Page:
What is an index and how is it used?

Last Updated: 15 Feb 2017

An index is the combined value of a group of securities that’s used as a benchmark by investors to measure the performance of their own investment portfolios. An index works on the assumption that a sample of securities will replicate the whole market for those securities. 

Examples of indexes include the NZX-50 – which replicates the performance of the New Zealand Stock Exchange’s 50 largest stocks, and the Dow Jones Industrial Average (DJIA) – which replicates the performance of 30 major stocks traded on the New York Stock Exchange and the Nasdaq.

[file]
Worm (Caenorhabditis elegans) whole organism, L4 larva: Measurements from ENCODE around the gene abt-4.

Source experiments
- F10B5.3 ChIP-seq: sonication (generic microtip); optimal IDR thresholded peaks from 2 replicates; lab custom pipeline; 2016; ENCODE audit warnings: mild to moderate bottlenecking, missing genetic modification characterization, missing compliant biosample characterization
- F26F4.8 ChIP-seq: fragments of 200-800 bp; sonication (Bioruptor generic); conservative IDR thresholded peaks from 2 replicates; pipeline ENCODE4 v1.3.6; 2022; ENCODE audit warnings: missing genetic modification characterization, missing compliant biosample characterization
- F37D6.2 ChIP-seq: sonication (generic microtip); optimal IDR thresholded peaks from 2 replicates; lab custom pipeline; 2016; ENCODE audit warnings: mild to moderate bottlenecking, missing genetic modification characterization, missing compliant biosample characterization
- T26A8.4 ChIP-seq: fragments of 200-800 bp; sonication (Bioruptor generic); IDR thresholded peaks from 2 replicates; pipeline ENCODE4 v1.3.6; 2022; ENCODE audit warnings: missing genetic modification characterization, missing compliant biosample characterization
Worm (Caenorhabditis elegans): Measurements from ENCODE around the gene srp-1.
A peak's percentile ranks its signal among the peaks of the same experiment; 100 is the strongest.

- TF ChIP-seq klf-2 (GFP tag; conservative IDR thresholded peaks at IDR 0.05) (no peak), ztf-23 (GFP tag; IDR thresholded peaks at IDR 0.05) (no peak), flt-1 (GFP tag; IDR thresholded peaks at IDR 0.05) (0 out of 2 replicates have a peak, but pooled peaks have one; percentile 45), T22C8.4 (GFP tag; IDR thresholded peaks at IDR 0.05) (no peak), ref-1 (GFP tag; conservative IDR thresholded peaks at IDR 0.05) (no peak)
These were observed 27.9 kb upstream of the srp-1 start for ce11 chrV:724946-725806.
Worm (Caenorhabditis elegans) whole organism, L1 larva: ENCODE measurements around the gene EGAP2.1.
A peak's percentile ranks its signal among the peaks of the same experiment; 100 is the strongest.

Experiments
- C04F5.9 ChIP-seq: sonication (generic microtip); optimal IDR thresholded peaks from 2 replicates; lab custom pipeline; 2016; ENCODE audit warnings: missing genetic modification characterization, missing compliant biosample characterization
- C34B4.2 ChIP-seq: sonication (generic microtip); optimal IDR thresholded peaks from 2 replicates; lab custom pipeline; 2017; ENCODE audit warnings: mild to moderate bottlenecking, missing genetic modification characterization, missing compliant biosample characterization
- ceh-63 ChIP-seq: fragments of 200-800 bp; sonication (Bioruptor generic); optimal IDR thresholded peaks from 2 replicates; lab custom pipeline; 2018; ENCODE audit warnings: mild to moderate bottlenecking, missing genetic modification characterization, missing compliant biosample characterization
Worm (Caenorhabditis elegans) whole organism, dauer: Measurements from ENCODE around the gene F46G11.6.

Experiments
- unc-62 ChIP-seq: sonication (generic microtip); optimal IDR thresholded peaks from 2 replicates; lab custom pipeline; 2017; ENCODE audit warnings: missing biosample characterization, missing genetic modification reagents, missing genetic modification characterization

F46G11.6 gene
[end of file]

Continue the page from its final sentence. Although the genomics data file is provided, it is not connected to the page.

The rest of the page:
Index tracking, also known as ‘passive management’, is an investment strategy that tracks the performance of an index. It involves investing in most or all of the securities within an index with the aim of maximising diversification, reducing risk and volatility, and improving returns over the long term. 

Index tracking is generally less risky than the ‘active’ way of investing (where investors actively buy and sell stocks) and, because of its passive nature, the management fees for a passively-managed fund can also be lower.

Find out more about Exchange Traded Funds.

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